It is so much fun to read a book where there's a fairly routine need to stop and look up a word. Cahill's approach to history is so lively and intellectual (at least for this old brain) that I feel entirely enlivened just realizing I read the book. To highlight several illustrious historic figures (Francis of Assisi, Hildegard of Bingen, and Dante Alighieri--to name a few)instead of using a linear way of covering the same ground is brilliant, not to mention fresh and stimulating, both.
But the most startlingly moving section of the book for me was his short Postlude, "Love in the Ruins" in which he describes in a heartbreaking way, how the Catholic church has so hideously betrayed its mission by its current wave of scandal. Although it might seem odd to find such a treatise on the way the Church has 'handled' the pedophilia crisis in a book about Medieval times, it is incredibly fitting--because if it were not for the Church, Cahill points out, Western Civilization as we know it would not exist.
A great sci-fi story told in the "frame story" format. (Like Canterbury Tales.) Seven very different people are on a pilgrimage together to Hyperion and each of their back-stories unfolds the plot.
What I liked best about this story is that in addition to being a great story and setting, (common in good sci-fi/fantasy) the author happens to be a great writer (not so common even in good sci-fi/fantasy). You can tell that the author has a love of science and futurism but also a love of language and poetry. (References to Keats abound.)
Warning: When I started this book I thought it was a stand-alone novel. However, it ends abruptly and I'm told that the Fall of Hyperion finishes the story.
Great science fiction. Gripping action, the reader is plunged into the mystery from the very first pages and is immediately taken in by the story. The story is apocalyptic and is given from the perspective of a number of key characters. It revolves around ancient artefacts created by an unknown race and the technology of wormholes used by humanity in the present time of the book.
All in all, an average read.
Such a great series of lectures about dinosaurs. Very comprehensive. Gives a history of paleontology and goes into the evolution of dinosaurs throughout the Mesozoic era. Also discusses the role of dinosaurs in pop culture and details all the things they got wrong/got right in Jurassic Park (among others). Very entertaining lecturer. Recommended to anyone interested in dinosaurs.
1 - Totally didn't expect to like a "zombie" book but this author had a great take on that genre.
2 - I appreciated the detail and research that went into presenting this book from many different cultural and diverse locations
3 - Interesting style to present the "story" as a series of interviews - not an easy medium to do well but I liked the way this occured.
A few things rung "untrue" for me - like the guy during an exodus carrying a PC desktop monitor. A small nit to be sure but really took me to that place of "unbelievability"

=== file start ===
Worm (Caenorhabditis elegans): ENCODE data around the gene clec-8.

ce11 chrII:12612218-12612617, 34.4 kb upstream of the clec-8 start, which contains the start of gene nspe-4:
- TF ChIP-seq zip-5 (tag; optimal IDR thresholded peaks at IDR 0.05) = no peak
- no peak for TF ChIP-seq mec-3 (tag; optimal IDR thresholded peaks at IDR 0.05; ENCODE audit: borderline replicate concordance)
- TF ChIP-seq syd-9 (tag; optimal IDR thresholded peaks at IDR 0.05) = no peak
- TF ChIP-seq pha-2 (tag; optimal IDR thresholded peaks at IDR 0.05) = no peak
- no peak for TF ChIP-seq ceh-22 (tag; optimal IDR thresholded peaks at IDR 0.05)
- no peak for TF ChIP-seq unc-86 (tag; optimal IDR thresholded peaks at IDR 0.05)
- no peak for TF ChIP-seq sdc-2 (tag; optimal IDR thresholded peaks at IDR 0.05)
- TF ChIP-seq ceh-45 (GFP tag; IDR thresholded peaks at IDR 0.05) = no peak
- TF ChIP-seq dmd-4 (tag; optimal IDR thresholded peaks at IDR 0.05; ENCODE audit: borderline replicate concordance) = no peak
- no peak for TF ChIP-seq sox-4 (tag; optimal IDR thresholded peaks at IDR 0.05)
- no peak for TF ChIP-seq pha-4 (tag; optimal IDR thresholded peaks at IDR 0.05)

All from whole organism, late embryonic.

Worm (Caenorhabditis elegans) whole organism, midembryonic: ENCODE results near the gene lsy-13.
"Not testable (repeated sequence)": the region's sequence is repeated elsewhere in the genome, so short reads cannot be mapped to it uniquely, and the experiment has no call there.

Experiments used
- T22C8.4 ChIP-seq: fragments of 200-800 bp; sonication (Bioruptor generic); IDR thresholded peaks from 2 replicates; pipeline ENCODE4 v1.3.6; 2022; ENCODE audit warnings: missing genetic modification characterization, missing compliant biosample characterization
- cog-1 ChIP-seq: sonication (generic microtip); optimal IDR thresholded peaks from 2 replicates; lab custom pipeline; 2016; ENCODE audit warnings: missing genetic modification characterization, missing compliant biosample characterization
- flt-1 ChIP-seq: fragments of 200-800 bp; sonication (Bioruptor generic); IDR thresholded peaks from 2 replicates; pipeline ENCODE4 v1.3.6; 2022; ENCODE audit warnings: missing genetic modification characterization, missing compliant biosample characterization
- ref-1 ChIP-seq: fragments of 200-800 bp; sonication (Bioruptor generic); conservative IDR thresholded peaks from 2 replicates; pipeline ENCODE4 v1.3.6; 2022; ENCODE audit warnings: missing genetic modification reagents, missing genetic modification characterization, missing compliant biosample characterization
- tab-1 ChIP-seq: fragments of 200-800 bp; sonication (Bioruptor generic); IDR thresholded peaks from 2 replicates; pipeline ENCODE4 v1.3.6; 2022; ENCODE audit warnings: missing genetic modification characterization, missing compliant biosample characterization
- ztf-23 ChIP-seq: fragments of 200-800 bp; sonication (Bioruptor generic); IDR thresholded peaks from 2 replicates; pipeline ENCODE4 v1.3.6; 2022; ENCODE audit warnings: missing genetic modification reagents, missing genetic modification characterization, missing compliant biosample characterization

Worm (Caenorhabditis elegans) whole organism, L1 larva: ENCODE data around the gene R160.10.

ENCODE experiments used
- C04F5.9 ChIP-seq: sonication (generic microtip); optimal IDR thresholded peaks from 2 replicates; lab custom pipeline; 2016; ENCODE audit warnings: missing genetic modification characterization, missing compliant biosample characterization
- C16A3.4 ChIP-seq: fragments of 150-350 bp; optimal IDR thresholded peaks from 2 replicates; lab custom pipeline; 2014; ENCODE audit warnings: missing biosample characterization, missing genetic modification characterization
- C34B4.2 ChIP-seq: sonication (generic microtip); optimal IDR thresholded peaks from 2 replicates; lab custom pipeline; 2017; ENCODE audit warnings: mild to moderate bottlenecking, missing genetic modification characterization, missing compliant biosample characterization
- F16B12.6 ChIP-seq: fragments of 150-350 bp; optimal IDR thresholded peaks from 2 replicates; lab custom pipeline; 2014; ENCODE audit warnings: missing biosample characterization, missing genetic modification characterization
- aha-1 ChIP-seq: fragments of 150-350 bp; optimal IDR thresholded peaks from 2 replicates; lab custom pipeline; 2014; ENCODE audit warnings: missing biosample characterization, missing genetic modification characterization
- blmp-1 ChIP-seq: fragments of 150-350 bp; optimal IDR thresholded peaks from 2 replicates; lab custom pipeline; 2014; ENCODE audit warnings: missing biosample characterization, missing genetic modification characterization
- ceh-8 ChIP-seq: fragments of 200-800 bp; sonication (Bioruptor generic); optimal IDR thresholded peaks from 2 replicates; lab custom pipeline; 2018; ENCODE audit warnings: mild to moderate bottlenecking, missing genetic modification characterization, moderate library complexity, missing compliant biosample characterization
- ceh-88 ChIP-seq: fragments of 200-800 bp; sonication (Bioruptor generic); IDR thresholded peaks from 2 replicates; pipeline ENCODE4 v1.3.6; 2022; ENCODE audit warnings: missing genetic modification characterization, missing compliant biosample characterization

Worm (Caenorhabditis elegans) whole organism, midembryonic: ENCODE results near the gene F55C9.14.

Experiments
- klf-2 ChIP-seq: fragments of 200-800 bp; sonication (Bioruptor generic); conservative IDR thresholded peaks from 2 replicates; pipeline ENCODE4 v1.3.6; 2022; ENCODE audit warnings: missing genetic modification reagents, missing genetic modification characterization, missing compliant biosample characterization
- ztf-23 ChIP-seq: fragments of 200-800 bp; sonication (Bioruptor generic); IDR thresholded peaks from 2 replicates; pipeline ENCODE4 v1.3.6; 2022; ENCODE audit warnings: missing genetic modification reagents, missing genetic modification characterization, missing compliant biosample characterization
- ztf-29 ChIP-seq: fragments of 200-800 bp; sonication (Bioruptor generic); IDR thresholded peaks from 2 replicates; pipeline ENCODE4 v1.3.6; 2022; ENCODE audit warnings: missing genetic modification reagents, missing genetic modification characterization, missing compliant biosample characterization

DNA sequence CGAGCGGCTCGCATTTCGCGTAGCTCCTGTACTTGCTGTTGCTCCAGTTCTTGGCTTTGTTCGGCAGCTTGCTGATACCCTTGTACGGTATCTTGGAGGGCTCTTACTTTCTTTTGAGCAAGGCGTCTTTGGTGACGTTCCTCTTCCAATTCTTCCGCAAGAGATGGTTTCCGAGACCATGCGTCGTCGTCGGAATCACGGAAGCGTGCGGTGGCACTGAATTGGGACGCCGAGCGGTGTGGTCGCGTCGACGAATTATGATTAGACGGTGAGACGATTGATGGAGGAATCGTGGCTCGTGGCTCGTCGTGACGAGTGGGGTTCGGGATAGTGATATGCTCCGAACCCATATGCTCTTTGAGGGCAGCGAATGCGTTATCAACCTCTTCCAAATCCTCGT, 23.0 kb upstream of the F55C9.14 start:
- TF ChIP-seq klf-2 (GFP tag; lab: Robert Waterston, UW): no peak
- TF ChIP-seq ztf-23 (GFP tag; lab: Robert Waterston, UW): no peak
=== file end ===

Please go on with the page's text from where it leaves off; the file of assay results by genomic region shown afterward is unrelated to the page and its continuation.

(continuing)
Boy, did I learn a lot from this one! Professor Kaler tends to rush through some of the details from time to time but, overall, this was a primer on astronomy that will get me looking to the skies more frequently and with a lot more comprehension of what's up there. Excellent for wanna-be stargazers and parents of inquiring kids. Do you know why the moon comes up at different times of day? Why one side of the moon always faces us? Why Pluto is considered a planet by some and not others? You will know all these and much, much more after listening..
Phil Plait, the "Bad Astronomer" does a fantastic job of explaining some common misconceptions in the field of astronomy. A must read if you're interested at all in astronomy.
This is a thorough, up-to-date look at the history of the Earth and the science that has been used to discover it. As I was finishing it, I found that Nat Geo TV have computer generated special telling pretty much the same story in overview. Now I know more than I used to about the world we live on.
Quick and entertaining, especially for a science book. Only hits a few subjects & with no new revelations, but Ben Miller's wit (whom I'm a fan of from his British comedy work) definitely makes it a worthwhile and enjoyable read.
The way the author tells the story powerfully expresses what it must have felt like when, during those same times, they watched their mighty pagan traditions of honor and bravery set out to sea forever, then to be replaced by the new culture of Christianity.
If you read it, make sure you also read J.R.R. Tolkein's "The Monsters and The Critics." The whole essay brings new insights to the story; my particular favorite part was his metaphorical statement that Beowulf is a story of youth and old age, the rising and setting of life, and the embracing of the dragon that comes for us all.
Ignoring the umm's and uh's that occur in every sentence there is some pretty good knowledge in here, like most of the modern scholar books it's very insightful, and interesting. I recommend this.
Unless that is you cant stand people saying umm... Uhh... every other word
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